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him, If the men come to call thee, 'rise up, and go with them ; but yet the word which I shall 'say unto thee, that shalt thou do, { And Balaam rose up in the morning, and saddled his ass, and went with the princes of Moab. , * And God's anger was kindled because he went : and the angel of the LORD stood in the way, for an adversary against him. Now he was riding upon his 'ass, and his two servants were with him.

And the ass saw the angel of the LORD standing in the way, and his sword drawn in his hand : and the ass turned aside out of the way, and went into the field: and Balaam smote the ass to turn her into the way.

But the angel of the LORD stood in a path of the vineyards, a wall being on this side, and a wall on that side.

And when the ass saw the angel of the LORD she thrust herself unto the wall, and crushed Balaam's foot against the wall: And he smote her again. : . And the angel of the LORD went further, and stood in a narrow place, where was no way to turn either to the right hand or to the left. 5. And when the ass saw the angel of the Lord, she fell down under Balaam. And Balaam's anger was kindled, and he smete the ass with a staff. • And the Lord opened the mouth of the ass, and she said unto Balaam, What have I doné unto thee, that thou hast smitten me these three times ? : And Balaam said unto the ass, Because thou hast mocked me; I would there were a sword in mine hand; for now would I kill thee.

And the ass said unto Balaam, Am not I thine ass, . upon which thou hast ridden ever since I was thine, unto this day? was I ever wont to do so unto thee? And he said, Nay.

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Then the Lord opened the eyes of Balaam, and he saw the angel of the LORD standing in the way, and his , sword drawn in his hand; and he bowed down his head, and fell flat on his face.

And the angel of the LORD said unto him, Where. fore hast thou smitten thine ass these three times ? behold I went out to withstand thee, because thy way is perverse before me.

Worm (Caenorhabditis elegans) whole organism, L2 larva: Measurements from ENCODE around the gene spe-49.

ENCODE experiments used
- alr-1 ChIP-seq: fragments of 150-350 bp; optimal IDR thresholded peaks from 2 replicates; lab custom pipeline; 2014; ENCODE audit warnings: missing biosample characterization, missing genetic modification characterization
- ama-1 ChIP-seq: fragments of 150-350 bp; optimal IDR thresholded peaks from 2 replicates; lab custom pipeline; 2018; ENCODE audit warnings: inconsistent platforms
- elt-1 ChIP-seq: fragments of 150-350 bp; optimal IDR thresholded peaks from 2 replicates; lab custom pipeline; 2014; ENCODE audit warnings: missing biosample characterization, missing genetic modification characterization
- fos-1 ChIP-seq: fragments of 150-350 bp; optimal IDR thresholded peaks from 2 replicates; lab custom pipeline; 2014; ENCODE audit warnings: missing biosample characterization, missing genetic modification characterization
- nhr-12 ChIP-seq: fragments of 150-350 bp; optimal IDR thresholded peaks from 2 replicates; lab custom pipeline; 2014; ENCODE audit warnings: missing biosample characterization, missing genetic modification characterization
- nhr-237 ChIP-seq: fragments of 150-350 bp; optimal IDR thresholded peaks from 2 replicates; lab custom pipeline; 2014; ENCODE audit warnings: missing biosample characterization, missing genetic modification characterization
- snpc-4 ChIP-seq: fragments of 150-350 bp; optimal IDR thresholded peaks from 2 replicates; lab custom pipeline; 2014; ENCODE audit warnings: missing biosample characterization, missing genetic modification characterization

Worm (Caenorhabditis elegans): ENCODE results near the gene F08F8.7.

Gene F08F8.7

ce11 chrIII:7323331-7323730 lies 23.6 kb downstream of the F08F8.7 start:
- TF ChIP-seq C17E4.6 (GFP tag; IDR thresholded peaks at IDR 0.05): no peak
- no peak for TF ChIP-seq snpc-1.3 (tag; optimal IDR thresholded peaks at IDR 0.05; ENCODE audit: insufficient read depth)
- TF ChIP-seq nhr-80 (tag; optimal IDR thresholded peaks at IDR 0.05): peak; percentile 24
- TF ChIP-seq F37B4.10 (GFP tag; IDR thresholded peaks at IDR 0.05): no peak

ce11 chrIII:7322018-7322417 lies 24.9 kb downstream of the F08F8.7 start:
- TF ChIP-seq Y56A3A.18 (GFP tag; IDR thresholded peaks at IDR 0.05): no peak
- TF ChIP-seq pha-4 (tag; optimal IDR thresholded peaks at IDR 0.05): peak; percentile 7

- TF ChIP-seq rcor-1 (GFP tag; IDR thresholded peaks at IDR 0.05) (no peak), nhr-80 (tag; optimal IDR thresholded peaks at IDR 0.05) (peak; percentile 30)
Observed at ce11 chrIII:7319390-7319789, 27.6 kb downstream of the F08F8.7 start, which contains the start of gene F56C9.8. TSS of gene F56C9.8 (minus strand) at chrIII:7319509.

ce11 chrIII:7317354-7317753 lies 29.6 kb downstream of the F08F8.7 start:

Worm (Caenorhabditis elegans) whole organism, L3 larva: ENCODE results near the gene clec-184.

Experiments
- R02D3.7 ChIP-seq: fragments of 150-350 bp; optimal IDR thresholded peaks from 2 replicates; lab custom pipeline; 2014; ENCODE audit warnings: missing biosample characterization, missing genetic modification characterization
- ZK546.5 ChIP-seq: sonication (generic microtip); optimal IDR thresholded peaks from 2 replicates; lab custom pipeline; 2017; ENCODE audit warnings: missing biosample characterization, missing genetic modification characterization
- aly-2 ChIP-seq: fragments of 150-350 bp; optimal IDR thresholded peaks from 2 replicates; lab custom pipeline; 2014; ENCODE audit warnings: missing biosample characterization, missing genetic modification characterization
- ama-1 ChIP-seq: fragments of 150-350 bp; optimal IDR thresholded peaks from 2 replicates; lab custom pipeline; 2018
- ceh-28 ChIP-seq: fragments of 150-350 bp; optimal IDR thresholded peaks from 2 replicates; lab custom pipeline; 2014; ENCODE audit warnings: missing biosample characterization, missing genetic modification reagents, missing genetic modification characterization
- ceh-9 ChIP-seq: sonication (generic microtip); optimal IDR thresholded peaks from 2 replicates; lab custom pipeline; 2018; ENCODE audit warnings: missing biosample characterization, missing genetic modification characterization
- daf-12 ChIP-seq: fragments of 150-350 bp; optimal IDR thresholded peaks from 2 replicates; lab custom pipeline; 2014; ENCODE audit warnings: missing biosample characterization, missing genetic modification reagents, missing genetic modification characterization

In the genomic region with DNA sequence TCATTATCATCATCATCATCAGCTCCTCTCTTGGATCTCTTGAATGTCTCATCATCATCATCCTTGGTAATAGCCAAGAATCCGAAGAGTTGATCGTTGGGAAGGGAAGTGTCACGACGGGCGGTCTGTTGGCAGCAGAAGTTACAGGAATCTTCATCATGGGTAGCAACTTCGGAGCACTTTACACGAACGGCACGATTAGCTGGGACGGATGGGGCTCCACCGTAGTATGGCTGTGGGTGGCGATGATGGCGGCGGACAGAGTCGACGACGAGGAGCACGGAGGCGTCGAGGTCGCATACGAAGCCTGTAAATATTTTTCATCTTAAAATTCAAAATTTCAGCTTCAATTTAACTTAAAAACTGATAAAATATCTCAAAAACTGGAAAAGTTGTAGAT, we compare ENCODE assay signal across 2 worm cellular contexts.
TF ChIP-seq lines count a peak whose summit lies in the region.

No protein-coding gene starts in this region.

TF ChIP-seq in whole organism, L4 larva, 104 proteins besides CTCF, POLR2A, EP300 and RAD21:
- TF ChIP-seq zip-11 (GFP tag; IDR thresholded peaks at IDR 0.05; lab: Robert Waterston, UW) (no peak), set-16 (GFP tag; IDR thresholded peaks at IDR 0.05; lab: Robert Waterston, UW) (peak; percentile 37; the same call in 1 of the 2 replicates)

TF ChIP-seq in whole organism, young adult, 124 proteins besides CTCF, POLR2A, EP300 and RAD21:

And the ass saw me, and turned from me these three times : unless she had turned from me, surely now also I had slain thee, and saved her alive. * And Balaam said unto the angel of the LORD, I have sinned; for I knew not that thou stoodest in the way against me ; now therefore if it displease thee, I will get me back again.

And the angel of the Lord said unto Balaam, Go with the men : but only the word that I shall speak unto thee, that thou shalt speak. So Balaam went with the princes of Balak, · And when Balak heard that Balaam was come, he went out to meet him, unto a city of Moab, which is in the border of Arnon, which is in the utmost coast.

And Balak said unto Balaam, Did I not earnestly send unto thee, to call thee? Wherefore camest thou not unto me? Am I not able indeed to promote thee to honour ? · And Balaam said unto Balak, Lo, I am come unto thee: have I now any power at all to say any thing? the word that God putteth in my mouth, that shall I speak.

And Balaam went with Balak, and they came unto Kirjath-huzoth.

And Balak offered oxen and sheep, and sent to Balaam, and to the princes that were with him. marca

ANNOTATIONS

ANNOTATIONS AND REFLECTIONS. . The Moabites were descended from Moab, one of the sons of Lot. They retained the worship of the true God among them till the time of Moses, but had corrupted their religion by mixing the worship of idols with it ; they paid adoration in particular to Baal-Peory supposed by some to be an image of the Sun ; Baal signisies LORD, Peor the place where his temple was.

The Midianites (as we have before observed) descended from one of the sons of Abraham, by his wife Keturah. We find from the scriptures, that in the days of Moses, sacrifices were offered to the LORD God in the southern parts of Midian, for Jethro was priest there, but in the nothern territories all kinds of abo minations were practised. · The Midianites were very numerous, sometimes they mixed with the Ishmaelites*, and at others united with the Moabites ; some of them were shepherds, who moved their tents, and drove their cattle before them, even in times of war; others were merchants who acquired immense riches ; and, by exchanging their gold and jewels with their brethren, for flocks and herds, enriched them also.